Laid to Rest: Burials After the Battle
January 12, 2017
The battle is long over, succeeded by 75 years of American history, but there are still soldiers who were killed in the thick of the Japanese attack that were somehow never given the proper burial they deserve. Sailors like Walter Henry Sollie, a crewman on the USS Oklahoma, never made it out of the battle and it was never known what happened to the young sailor. Lost in the thick of the skirmish, many like Sollie were simply labeled Killed in Action, their remains never found to receive a proper burial.
The rest of the story of Walter Henry Sollie serves as a glimmer of hope for the families of other lost men, those unsung heroes who remain tied to the devastation without being properly laid to rest. Almost 75 years after the smoke cleared in the harbor and most of the vessels that sank were raised, repaired, and sent back to war, the remains of the young patriot were identified via DNA and returned to his family.
Henry Sollie is the latest in a series of belated burials, but he wasn’t the first. In 2016, Navy Chief Petty Officer Albert Eugene Hayden was given a proper burial next to his parents in a small cemetery in St. Mary’s County, MD. During the attack on Pearl Harbor, Hayden was aboard the USS Oklahoma when his life was lost, his body trapped in the remains of the battleship with hundreds of other sailors.
In August of 2016, the remains of John Charles England were among hundreds that started to get their proper recognition. England had also been aboard the Oklahoma when the Japanese struck. As his fellow sailors struggled to abandon the sinking vessel, England took it upon himself to try and save his fellow crewmen. Although he made a return trip to the ship, he never made it off, his life lost with many of the other servicemen on the Oklahoma.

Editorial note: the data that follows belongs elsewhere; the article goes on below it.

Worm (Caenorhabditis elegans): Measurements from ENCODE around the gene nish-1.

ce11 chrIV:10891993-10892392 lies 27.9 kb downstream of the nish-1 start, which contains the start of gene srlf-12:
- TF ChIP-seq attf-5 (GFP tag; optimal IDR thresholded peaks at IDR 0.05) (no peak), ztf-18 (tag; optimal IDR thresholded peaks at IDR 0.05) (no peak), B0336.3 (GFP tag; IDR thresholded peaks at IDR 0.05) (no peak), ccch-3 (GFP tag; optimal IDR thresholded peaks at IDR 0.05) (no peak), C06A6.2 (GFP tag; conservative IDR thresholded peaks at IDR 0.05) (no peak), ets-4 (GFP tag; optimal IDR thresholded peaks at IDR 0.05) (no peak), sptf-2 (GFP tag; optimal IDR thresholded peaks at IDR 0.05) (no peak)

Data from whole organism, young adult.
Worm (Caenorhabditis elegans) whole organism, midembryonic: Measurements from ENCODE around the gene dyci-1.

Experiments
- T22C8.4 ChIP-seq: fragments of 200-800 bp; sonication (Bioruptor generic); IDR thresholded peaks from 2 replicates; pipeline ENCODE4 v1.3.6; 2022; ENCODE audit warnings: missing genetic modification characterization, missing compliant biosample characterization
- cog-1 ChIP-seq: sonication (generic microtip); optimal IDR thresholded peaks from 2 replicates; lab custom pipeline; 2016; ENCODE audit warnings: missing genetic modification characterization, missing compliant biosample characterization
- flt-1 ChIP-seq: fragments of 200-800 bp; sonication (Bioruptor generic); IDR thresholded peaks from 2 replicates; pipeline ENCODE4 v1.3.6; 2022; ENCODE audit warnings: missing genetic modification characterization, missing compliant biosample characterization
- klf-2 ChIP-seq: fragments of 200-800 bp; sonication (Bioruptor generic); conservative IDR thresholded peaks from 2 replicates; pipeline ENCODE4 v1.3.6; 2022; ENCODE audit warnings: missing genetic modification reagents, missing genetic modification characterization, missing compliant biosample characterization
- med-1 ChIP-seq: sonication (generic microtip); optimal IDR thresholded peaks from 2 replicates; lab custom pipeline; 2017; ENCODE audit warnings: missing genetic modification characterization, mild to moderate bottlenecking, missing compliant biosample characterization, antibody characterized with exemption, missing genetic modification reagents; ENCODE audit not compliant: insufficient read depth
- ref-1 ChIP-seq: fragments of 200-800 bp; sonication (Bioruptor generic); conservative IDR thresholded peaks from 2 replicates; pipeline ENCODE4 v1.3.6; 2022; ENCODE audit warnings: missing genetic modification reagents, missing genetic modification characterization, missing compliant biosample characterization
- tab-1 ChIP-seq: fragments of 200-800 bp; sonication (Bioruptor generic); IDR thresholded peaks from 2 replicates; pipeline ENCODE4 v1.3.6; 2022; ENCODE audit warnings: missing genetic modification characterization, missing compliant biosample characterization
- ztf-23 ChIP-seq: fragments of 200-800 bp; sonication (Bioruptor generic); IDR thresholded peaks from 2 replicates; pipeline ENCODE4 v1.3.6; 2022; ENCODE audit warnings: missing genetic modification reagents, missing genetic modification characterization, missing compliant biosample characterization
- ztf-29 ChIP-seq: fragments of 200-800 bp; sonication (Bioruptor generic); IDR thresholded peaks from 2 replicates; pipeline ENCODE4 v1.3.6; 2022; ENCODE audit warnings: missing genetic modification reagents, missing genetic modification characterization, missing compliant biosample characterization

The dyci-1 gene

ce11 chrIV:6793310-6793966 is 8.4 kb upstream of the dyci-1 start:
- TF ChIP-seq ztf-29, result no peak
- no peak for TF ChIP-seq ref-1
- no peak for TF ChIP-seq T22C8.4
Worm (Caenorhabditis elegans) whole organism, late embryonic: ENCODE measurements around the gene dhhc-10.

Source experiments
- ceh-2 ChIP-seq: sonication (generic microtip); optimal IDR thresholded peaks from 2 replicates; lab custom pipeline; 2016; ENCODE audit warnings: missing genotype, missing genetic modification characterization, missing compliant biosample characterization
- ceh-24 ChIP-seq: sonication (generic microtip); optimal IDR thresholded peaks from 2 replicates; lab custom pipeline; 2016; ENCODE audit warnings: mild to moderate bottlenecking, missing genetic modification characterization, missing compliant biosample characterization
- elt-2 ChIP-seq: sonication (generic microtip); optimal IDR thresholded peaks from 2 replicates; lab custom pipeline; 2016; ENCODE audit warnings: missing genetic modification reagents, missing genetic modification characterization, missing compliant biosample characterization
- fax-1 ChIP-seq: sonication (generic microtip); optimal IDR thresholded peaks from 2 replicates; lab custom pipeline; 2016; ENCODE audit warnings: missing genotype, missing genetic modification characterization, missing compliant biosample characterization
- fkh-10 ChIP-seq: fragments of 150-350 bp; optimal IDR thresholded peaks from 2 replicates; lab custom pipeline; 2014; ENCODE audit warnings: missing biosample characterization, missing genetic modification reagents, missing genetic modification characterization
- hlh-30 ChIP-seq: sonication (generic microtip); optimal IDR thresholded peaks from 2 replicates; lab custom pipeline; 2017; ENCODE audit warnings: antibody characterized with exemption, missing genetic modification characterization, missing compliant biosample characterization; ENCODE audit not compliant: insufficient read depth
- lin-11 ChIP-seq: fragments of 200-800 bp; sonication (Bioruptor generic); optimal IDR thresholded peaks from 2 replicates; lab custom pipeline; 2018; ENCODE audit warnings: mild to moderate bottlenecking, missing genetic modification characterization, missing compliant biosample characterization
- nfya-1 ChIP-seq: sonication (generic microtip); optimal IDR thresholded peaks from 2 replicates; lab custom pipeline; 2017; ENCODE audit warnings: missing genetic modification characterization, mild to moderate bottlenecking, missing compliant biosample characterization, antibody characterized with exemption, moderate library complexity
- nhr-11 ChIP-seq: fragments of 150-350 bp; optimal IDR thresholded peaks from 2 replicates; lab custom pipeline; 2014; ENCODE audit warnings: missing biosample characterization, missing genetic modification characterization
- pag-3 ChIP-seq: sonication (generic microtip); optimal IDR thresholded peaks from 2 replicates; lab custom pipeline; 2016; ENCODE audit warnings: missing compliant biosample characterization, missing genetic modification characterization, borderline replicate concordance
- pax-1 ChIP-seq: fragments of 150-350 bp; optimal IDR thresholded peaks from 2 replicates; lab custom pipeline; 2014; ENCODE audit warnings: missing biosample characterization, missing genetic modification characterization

The Defense Department started a program to identify the remains of soldiers like Sollie, Hayden and England. Caskets have started to be exhumed for proper identification under this program. As the DoD continues its efforts to name soldiers who were buried without a proper marking, the identities of more and more of these Pearl Harbor heroes will be revealed.
The Pearl Harbor Memorials
To learn more about the lives lost and the heroes created on December 7th, 1941, visit the World War II Valor in the Pacific National Monument at Pearl Harbor. Here is where you can get an in-depth look at the devastation of the surprise Japanese attack and its aftermath .
Tour the Battleship Missouri, view the wreckage of the USS Arizona, and drive through the National Memorial Cemetery of the Pacific, where fallen soldiers from World War II onward have been laid to rest.